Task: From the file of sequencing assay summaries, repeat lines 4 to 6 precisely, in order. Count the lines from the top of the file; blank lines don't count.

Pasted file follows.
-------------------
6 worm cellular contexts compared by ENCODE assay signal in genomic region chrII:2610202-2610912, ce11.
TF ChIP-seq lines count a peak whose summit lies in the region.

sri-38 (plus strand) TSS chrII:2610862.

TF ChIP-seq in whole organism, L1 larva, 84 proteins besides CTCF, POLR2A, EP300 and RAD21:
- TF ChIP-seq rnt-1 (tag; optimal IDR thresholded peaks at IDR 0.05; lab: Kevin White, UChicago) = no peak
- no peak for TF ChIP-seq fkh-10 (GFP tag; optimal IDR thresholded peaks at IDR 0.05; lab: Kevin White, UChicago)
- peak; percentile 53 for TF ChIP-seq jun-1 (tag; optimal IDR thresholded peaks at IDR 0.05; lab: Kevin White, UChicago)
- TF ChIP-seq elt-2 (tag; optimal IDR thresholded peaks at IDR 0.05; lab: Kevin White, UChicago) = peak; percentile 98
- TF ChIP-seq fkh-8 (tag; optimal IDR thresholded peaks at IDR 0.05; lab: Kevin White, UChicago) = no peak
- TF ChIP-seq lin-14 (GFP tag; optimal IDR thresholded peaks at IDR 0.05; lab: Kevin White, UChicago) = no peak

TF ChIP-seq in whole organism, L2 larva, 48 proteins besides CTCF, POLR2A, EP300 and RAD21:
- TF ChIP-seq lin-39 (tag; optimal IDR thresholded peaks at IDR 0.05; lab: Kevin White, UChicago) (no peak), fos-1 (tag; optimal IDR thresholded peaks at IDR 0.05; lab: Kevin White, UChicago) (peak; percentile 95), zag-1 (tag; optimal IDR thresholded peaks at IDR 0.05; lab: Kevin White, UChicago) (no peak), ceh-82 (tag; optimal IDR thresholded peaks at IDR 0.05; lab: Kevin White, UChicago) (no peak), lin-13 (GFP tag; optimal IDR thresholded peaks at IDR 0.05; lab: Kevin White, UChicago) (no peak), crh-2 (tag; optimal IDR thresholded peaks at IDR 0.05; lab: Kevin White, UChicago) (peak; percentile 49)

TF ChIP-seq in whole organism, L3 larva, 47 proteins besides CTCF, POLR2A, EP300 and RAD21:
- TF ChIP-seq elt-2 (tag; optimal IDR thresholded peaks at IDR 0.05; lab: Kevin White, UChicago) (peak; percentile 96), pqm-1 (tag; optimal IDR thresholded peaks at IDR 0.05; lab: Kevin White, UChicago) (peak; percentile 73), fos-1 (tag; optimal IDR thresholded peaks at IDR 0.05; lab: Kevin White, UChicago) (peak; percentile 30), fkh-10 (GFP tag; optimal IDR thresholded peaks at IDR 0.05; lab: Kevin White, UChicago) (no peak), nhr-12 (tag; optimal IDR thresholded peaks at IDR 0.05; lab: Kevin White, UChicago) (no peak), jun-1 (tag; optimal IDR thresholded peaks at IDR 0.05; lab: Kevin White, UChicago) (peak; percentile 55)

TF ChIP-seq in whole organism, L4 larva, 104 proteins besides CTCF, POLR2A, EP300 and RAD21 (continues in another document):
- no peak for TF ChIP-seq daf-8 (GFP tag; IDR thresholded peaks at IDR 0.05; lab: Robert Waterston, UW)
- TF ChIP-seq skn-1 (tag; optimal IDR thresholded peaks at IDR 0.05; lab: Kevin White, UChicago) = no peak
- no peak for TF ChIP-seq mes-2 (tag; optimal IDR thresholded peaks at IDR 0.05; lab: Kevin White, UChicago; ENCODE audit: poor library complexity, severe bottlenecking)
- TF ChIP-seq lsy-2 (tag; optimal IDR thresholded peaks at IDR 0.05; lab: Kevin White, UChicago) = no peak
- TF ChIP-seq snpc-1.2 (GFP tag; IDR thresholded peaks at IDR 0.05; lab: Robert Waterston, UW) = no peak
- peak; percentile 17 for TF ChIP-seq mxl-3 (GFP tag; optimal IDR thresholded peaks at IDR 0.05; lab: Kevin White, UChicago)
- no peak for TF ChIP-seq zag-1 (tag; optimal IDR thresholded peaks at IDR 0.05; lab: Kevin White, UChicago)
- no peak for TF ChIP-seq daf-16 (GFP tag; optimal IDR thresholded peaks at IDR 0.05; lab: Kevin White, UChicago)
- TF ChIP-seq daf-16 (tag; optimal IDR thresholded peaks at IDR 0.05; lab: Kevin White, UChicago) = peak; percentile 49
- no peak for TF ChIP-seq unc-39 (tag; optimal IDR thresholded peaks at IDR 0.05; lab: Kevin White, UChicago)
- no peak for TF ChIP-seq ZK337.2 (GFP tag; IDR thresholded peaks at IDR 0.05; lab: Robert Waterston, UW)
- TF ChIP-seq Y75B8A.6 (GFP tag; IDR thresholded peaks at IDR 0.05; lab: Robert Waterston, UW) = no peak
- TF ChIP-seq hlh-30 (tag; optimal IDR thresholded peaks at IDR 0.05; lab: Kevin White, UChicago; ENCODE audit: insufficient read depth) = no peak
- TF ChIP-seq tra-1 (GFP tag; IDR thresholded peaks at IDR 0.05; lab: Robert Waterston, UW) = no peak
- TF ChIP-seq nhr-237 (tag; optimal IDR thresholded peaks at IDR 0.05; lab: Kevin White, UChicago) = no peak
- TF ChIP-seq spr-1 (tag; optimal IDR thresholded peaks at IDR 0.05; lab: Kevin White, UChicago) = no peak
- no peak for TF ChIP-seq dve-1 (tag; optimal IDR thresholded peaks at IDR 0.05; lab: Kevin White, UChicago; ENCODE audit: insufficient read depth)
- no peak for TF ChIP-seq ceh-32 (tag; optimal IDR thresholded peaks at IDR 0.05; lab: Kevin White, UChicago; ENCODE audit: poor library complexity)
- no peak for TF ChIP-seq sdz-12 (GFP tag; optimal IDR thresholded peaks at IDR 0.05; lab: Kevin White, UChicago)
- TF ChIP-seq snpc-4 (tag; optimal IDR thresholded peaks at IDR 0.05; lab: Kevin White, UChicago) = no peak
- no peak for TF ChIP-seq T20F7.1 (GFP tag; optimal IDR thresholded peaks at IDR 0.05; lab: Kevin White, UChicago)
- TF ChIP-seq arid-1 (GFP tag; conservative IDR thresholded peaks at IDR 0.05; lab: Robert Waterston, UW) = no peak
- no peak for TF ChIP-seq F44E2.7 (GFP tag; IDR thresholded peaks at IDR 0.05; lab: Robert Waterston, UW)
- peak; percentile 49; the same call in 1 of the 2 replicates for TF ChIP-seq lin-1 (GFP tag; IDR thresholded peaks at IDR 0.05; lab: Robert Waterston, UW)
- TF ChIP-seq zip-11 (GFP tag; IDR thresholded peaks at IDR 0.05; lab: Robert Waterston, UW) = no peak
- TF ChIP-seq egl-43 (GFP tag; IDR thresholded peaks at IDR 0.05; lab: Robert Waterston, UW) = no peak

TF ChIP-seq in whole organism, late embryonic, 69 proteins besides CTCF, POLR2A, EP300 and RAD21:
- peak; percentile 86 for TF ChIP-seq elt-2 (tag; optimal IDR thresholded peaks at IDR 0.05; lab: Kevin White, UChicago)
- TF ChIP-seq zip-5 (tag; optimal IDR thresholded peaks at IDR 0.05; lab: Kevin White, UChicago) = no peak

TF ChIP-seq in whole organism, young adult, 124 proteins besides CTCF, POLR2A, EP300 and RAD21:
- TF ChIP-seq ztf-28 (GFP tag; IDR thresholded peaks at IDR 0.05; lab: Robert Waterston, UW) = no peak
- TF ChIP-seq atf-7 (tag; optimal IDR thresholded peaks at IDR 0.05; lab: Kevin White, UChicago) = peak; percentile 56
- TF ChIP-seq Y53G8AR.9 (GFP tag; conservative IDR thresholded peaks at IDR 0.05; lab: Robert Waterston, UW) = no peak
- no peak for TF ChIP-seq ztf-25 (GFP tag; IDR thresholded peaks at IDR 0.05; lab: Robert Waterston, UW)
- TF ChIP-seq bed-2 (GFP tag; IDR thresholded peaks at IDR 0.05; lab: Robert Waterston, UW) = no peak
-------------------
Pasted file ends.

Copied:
TF ChIP-seq in whole organism, L1 larva, 84 proteins besides CTCF, POLR2A, EP300 and RAD21:
- TF ChIP-seq rnt-1 (tag; optimal IDR thresholded peaks at IDR 0.05; lab: Kevin White, UChicago) = no peak
- no peak for TF ChIP-seq fkh-10 (GFP tag; optimal IDR thresholded peaks at IDR 0.05; lab: Kevin White, UChicago)